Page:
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“Oh,” I said faintly. It was something about people still being aware, even if they weren’t awake… “So do you, uh, live here? In the bowling alley, I mean?”

“What? No.” Tansy’s expression turned instantly cold, her amiable lean becoming the crouch of a wary predator as she stiffened. “Are you trying to find out where we live? Who are you working for? Did SymboGen send you?”

“No!” I leaned away from Tansy, pulling back until I was in danger of toppling over the other side of the cot. Tansy in alert mode was a lot more terrifying than Tansy in calm mode, and that had been bad enough. “I was trying to make polite conversation! You know, the way you do when you meet somebody for the first time? I ask where you live, then you ask where I live, then we talk about hobbies and jobs and boyfriends…” Speaking of boyfriends, where the hell was mine? If Tansy broke me while Nathan was off arguing with his mother about her crimes against God, nature, and the FDA, I was going to be really unhappy with him.

“Oh, is that all? Okay.” The menace left Tansy’s face, and she relaxed back into her previous position. That made one of us. I couldn’t relax with her looking at me like that. I was too aware of just how quickly she could turn on me. “It’s sort of silly for us to have polite conversation, though. I already know all that stuff, so it’s not like you could say anything interesting. We’d just wind up talking about stuff I’m not supposed to talk about, and then I’d have to bury your body up on Cardboard Hill. Do you like sledding?”

The change in topics was fast enough to make me feel like I’d missed something. I blinked. Tansy beamed at me innocently, and I realized that no, I hadn’t missed anything; it’s just that she wasn’t making any sense.

That probably should have been a relief. Given the situation, it didn’t help. “I’ve never been sledding,” I said. “What do you mean, you already know all that stuff?”

“Oh, we’ve been monitoring you for ages and ages,” said Tansy blithely. “I know where you live and which window is yours and what route you usually take when you have to go to work. You know, the polite conversation stuff. And I can’t tell you most of what you don’t know about me, because I don’t have permission from Doctor C yet. So that means there’s no reason to bother with the polite conversation, right? Do you want to go sledding? We don’t have snow, but that’s okay. We can slide down the hill on pieces of cardboard, and the dirt is really slippery.”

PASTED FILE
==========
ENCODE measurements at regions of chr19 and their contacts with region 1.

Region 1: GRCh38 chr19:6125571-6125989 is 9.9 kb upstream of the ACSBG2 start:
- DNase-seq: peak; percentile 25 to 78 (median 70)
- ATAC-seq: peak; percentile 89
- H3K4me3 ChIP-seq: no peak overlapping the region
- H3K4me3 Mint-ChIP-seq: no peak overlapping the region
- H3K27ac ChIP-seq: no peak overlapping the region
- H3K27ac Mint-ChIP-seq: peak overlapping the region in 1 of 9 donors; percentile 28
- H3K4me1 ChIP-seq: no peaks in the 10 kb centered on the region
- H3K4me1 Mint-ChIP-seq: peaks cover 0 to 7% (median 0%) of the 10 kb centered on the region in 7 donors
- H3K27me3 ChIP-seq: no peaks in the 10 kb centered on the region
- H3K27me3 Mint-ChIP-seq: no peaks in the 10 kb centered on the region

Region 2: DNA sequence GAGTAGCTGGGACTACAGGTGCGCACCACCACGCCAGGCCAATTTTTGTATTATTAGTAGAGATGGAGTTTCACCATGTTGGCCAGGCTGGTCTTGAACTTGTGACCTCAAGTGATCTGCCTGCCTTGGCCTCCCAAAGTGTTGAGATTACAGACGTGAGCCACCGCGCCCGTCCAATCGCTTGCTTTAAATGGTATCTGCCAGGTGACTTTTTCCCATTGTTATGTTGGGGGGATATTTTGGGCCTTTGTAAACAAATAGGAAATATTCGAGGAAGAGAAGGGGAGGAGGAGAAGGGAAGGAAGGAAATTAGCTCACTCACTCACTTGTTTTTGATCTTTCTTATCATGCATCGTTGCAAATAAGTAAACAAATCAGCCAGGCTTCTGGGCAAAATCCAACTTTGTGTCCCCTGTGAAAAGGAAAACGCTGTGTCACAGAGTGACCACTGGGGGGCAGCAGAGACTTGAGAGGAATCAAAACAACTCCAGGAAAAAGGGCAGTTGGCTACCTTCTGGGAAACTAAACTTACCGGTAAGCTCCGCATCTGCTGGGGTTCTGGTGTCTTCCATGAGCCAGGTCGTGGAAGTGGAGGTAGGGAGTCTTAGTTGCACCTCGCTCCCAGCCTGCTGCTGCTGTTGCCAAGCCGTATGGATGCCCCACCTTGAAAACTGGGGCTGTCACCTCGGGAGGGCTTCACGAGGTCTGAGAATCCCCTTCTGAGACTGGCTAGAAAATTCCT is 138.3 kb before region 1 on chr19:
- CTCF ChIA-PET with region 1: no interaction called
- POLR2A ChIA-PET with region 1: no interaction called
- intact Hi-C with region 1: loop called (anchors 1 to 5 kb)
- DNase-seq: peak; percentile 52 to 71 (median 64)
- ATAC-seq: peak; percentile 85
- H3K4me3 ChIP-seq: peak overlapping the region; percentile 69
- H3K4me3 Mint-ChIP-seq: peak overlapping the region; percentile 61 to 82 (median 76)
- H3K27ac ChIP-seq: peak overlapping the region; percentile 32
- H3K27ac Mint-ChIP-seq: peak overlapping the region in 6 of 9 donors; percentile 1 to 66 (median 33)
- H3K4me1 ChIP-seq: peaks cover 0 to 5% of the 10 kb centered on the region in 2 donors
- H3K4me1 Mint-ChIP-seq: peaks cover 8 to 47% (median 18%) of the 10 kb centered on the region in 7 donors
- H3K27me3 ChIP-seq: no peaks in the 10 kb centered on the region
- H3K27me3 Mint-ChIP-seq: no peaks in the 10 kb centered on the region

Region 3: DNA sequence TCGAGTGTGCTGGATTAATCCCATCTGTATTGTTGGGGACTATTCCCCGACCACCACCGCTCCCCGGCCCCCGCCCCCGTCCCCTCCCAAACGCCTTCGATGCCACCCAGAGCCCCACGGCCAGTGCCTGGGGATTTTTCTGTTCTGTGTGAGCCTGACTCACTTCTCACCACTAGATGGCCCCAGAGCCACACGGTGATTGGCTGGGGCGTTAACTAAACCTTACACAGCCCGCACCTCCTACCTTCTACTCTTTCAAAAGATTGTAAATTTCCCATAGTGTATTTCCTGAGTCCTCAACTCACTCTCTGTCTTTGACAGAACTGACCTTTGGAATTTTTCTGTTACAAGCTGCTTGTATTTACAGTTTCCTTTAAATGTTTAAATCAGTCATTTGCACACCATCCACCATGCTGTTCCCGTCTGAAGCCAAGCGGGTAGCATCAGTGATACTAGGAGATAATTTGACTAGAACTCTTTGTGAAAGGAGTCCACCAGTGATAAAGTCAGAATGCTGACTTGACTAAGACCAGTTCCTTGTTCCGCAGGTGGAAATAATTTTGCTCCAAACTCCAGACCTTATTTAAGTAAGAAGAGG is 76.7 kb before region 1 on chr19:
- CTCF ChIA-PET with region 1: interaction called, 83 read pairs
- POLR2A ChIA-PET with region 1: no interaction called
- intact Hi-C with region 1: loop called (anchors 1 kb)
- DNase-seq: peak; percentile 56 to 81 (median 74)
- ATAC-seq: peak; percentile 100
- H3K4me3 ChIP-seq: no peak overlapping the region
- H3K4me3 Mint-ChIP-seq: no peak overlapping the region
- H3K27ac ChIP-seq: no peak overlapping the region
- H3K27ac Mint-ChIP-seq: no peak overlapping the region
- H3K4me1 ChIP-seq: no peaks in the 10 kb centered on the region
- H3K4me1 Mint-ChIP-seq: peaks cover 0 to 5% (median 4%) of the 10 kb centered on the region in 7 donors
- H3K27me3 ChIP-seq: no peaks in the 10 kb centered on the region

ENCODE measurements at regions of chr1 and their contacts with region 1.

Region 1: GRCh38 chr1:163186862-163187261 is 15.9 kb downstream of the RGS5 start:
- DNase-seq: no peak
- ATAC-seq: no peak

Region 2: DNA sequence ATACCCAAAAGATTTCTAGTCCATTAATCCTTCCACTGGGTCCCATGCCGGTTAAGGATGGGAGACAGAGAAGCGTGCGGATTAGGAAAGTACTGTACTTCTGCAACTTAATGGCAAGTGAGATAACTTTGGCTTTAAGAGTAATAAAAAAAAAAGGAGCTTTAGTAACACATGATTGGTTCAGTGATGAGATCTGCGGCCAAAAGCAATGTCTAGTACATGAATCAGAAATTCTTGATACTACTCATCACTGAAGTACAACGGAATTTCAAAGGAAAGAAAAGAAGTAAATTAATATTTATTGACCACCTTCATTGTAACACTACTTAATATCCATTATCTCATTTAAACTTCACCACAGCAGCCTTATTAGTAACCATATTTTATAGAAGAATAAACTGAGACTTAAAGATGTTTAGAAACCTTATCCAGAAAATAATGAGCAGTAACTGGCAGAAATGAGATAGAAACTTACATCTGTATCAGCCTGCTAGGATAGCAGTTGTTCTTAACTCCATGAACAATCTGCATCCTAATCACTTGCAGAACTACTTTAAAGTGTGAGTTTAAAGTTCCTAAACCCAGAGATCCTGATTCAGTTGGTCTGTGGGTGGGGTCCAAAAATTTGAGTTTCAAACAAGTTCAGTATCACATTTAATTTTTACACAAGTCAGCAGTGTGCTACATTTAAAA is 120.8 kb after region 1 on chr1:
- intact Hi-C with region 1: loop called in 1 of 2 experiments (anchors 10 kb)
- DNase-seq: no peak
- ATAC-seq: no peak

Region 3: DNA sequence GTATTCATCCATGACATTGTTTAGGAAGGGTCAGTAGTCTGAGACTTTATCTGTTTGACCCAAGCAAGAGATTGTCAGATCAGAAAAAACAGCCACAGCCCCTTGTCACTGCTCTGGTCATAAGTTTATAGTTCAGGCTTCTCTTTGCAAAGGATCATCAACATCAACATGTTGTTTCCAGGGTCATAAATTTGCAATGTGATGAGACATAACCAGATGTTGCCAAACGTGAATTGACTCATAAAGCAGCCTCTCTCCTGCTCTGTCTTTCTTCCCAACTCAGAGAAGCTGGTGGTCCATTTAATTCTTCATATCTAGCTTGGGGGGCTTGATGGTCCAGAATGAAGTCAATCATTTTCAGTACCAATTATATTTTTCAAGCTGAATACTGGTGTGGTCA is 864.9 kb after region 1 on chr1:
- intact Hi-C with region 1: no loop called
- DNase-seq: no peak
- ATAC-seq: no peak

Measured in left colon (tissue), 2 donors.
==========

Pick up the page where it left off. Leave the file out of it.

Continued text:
The thought of Tansy knowing not only where I lived but where I slept was enough to make my stomach do a lazy flip. “Where’s Nathan?” I asked. “I shouldn’t… he’ll probably be worried about me by now, don’t you think?” I looked around our dark little corner of the bowling alley. There were people in lab coats moving around the distant workstations, but none of them were Nathan, or his mother. “What are we doing over here?”

“Oh, you had a simple vasovagal attack and lost consciousness following a stress-induced drop in your blood pressure,” said Tansy. Hearing the technical language from her just increased the surrealistic quality of the scene. “So Doctor C said you should probably go lay down for a little while—or is that supposed to be ‘lie down’? Why are there so many words that sound almost exactly the same only one of them is right and one of them is wrong and if you use the wrong one everyone looks at you like you’re stupid and then you need to stab somebody to make the point that there are a lot of different types of intelligence and anyway English is hard?” She crossed her arms and glared at me sulkily, like she was daring me to explain it all.

“I got lost somewhere in the middle of that sentence,” I said. “Do you mean I fainted?”

“Duh, that’s what I said. You had a simple vasovagal attack. What else could that mean?”

I stared at Tansy. Finally, I said, “I honestly do not know how I’m supposed to respond. I mean, I have genuinely no idea what I’m supposed to say. Can you please pretend I said the right thing, and tell me where Nathan is?”

She sighed, pushing herself to her feet. “I really hoped you’d be fun, you know,” she said. “Stay where you are. Don’t touch anything. I’ll be right back with your stupid Nathan.” Spinning on her heel, she stalked away toward the front of the bowling alley.

I sank back on the cot, pulling the lab coat up around me like a blanket. I wasn’t cold, exactly, but I still felt like I needed the warmth.

“She doesn’t mean to be spooky,” said an apologetic male voice from behind me. I gave a little shriek and spun around, nearly falling off the cot again. It wasn’t my best day for staying upright, apparently.

Adam was standing in the corner, hands twitching against his thighs, a solemn expression on his face. “She can’t really help it. She knows that she upsets people, but she doesn’t know how to stop doing it. Mom says it’s because Tansy’s body’s brain was dead for too long before she could get Tansy in there, but we don’t really know for sure. It’s hard to know what’s normal for us and what isn’t. The sample size is too small.”

“I… you… what…” I managed.

Adam’s eyes widened. “Did I scare you? I didn’t mean to. I’m sorry.”

I took a deep breath, waiting for my heart to stop trying to pound its way straight out of my chest. Finally, I asked, “How long have you been standing there?”